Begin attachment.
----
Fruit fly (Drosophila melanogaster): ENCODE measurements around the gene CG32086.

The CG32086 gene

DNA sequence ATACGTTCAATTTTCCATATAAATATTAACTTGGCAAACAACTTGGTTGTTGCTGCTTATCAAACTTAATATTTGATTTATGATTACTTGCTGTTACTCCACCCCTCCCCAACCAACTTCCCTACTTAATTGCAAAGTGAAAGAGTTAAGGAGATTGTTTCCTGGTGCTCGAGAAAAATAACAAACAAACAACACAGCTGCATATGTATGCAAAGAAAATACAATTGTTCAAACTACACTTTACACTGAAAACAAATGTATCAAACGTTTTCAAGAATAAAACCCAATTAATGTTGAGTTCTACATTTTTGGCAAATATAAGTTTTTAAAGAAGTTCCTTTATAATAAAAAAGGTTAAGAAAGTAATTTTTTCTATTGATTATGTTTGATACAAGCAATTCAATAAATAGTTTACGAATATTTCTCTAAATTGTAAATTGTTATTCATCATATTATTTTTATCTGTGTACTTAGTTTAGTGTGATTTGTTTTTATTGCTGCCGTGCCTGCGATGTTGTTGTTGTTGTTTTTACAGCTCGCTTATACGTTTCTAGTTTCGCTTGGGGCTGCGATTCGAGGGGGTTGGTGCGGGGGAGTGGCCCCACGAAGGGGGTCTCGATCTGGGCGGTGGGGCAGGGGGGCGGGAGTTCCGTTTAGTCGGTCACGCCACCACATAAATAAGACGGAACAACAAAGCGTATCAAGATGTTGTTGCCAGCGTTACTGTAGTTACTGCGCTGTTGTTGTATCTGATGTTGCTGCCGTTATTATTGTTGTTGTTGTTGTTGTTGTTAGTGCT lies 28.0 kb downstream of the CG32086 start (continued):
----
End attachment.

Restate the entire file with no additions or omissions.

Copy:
Fruit fly (Drosophila melanogaster): ENCODE measurements around the gene CG32086.

The CG32086 gene

DNA sequence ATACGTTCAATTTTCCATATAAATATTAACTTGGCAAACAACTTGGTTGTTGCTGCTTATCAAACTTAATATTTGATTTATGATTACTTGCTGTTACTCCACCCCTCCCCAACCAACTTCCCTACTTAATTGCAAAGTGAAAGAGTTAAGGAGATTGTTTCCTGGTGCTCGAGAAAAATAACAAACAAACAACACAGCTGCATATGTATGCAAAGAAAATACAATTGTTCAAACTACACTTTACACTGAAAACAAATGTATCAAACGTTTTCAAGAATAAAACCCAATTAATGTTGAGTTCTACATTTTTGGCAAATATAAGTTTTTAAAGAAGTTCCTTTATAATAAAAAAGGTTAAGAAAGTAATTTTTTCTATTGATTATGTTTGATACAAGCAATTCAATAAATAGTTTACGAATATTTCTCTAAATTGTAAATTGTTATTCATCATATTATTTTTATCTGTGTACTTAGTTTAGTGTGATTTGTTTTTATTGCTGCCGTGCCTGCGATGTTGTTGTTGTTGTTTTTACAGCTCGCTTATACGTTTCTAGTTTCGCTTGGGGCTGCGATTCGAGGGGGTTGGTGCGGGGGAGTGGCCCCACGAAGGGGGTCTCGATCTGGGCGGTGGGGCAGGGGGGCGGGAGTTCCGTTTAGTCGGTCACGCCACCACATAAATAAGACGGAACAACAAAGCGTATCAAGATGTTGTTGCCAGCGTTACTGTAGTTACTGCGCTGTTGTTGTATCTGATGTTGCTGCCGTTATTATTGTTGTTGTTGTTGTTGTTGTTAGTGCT lies 28.0 kb downstream of the CG32086 start (continued):